Skip to main content
Publications of the Week

The Sec1/Munc18 (SM) Protein Vps45 Is Involved in Iron Uptake, Mitochondrial Function and Virulence in the Pathogenic Fungus Cryptococcus Neoforma

By August 13, 2018March 6th, 2020No Comments

Read the Publication

 This week we profile a recent publication in PLOS Pathogens from
Dr. James Kronstad (back, middle) at the Michael Smith Laboratories.

Can you provide a brief overview of your lab’s current research focus?

The research program in the Kronstad laboratory focuses on identifying the molecular mechanisms required for disease development by the pathogenic fungus Cryptococcus neoformans. C. neoformans is a causative agent of cryptococcal meningitis, a disease that is estimated to cause ~ 15% of AIDS-related deaths. In this context, cryptococosis is one of the most common cause of mortality in people with HIV/AIDS, closely behind tuberculosis. Unfortunately, very few antifungal drugs are available to treat cryptococcal meningitis. The studies in the Kronstad laboratory are based on the premise that understanding mechanisms of pathogenesis for C. neoformans will lead to new therapeutic avenues. We are particularly interested in mechanisms of iron homeostasis because the battle for iron between invading microorganisms and mammalian hosts is a pivotal determinant of the outcome of infection.

What is the significance of the findings in this publication?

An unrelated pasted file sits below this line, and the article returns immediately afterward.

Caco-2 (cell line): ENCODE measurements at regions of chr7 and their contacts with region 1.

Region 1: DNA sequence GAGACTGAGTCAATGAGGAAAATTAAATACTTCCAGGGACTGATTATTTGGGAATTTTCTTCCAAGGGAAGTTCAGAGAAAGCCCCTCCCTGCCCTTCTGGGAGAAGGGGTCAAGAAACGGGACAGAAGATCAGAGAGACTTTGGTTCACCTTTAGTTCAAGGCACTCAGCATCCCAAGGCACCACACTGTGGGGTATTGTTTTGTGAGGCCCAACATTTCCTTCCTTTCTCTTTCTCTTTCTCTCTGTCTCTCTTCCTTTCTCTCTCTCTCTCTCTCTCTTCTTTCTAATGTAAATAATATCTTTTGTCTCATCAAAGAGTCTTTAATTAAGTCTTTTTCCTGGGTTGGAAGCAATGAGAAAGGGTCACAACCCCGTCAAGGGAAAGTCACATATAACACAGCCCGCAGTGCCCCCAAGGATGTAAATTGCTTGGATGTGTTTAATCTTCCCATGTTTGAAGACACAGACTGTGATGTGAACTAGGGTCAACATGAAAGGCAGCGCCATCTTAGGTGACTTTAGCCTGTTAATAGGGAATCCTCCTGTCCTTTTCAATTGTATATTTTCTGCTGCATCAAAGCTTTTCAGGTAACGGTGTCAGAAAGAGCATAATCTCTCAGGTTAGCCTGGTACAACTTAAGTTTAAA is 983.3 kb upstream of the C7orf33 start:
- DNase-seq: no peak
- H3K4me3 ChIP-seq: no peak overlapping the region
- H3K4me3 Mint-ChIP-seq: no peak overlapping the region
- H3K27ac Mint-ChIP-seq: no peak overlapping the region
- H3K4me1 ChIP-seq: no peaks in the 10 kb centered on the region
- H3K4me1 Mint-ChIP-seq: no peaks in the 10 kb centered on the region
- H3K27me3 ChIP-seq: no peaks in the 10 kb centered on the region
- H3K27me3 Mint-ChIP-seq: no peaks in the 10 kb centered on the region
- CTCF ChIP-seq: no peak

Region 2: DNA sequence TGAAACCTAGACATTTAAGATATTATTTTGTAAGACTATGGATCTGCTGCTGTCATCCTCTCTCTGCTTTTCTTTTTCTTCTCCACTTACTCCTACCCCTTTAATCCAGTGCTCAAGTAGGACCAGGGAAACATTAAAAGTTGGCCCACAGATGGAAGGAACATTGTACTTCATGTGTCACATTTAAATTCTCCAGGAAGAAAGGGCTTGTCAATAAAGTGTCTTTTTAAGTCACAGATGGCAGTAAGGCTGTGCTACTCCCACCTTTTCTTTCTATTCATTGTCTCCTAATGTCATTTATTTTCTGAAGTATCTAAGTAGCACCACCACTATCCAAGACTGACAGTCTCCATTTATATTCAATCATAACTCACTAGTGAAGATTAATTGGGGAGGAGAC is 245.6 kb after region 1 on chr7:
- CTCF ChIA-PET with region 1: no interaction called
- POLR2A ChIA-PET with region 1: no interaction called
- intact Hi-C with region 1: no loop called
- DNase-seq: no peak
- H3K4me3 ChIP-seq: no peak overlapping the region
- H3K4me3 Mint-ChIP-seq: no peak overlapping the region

This study provides new insights into the machinery that mediates uptake of iron as an essential nutrient, as well as mechanisms of trafficking of iron between organelles; it also establishes the relevance of endocytosis in the pathogenicity of C. neoformans. Specifically, we found that the Vps45 protein, which regulates vesicle fusion, participates in the trafficking of iron into fungal cells, supports mitochondria function, mediates antifungal resistance and is required for virulence. These discoveries provide new targets for potentially interfering with the virulence of C. neoformans because they shed light on the molecular mechanisms underlying the uptake and use of iron as an essential nutrient.

What are the next steps for this research?

Many questions remain regarding the roles of additional trafficking components and the mechanisms of delivery to target organelles, particularly in the context of iron and heme delivery to mitochondria. Further investigation could lead to the identification of key targets for iron use and the development of drugs that target Vps45-mediated processes.

This research was funded by:

This work was supported by grants from the Canadian Institutes of Health Research (MOP13234, to JWK), the National Institutes of Health (RO1AI053721, to JWK) and the Basic Science Research Program through the National Research Foundation of Korea (NRF), funded by the Ministry of Science, ICT and Future Planning (NRF-2016R1D1A1B03931890, to WHJ).

Read the Publication